By David Ellerton
Some growers with extreme grassweed infestations may be questioning the sustainability of growing crops at all.
Their problems are often the direct result of maintaining min-till plus early drilling regimes in restricted rotations with over-reliance on a limited range of high resistance-risk herbicides applied late on large over-wintered weeds.
If they persist with this strategy, they are doomed to failure because the grassweed burden will continue to build.
Instead, that pressure can be eased by adopting integrated crop management, targeting high-risk fields with combinations of ploughing, stale seed-beds and later drilling, and introducing sensible rotations that include autumn and spring break crops.
Along with earlier use of herbicides with different modes of action followed by targeted late post-emergence products, this approach will optimise the outlay and cut the cost per tonne of production – the key profitability driver.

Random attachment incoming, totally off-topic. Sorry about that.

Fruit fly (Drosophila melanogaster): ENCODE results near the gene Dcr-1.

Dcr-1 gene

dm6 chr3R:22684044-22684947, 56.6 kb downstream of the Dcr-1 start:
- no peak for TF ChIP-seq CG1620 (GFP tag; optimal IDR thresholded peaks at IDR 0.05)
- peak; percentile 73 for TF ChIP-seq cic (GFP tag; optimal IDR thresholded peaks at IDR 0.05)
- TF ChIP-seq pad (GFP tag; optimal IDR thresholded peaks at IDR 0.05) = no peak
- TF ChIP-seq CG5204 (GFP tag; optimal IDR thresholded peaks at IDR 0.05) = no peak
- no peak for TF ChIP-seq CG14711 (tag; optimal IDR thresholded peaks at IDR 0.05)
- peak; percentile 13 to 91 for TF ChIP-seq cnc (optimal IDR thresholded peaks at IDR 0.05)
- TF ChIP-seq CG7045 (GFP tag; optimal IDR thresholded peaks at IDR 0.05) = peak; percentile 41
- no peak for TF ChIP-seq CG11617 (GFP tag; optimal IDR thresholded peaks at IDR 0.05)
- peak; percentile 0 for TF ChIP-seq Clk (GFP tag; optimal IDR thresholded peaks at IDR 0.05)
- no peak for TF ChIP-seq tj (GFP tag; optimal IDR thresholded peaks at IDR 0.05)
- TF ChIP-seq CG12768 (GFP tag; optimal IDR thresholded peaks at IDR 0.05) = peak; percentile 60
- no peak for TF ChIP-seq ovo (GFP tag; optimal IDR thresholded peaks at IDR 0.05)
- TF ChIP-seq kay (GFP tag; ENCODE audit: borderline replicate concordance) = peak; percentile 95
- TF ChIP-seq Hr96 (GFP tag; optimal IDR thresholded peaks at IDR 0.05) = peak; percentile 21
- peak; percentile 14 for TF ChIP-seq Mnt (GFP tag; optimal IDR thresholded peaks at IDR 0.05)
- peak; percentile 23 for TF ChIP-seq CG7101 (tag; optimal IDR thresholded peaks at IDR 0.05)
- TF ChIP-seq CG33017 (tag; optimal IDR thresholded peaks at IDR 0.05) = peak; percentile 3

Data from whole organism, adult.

But to succeed, it needs planning, thought and flexibility.
It all boils down to whether the grower and/or adviser is prepared to put in the necessary time and effort.
If not, then taking the easy way out and not cropping may be the only option left.
Ben says: “Extreme but true. Look after the land and it will look after you. Cultural control in the form of rotation and timing is crucial to avoid an uncontrollable situation.”
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